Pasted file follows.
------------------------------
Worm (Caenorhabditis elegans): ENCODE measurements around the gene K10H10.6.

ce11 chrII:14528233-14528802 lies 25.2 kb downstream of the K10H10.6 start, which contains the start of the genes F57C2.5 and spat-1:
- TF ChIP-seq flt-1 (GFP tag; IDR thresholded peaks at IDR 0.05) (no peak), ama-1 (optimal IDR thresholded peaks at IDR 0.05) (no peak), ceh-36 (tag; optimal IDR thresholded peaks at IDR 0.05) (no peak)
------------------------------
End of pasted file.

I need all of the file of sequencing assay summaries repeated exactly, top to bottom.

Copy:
Worm (Caenorhabditis elegans): ENCODE measurements around the gene K10H10.6.

ce11 chrII:14528233-14528802 lies 25.2 kb downstream of the K10H10.6 start, which contains the start of the genes F57C2.5 and spat-1:
- TF ChIP-seq flt-1 (GFP tag; IDR thresholded peaks at IDR 0.05) (no peak), ama-1 (optimal IDR thresholded peaks at IDR 0.05) (no peak), ceh-36 (tag; optimal IDR thresholded peaks at IDR 0.05) (no peak)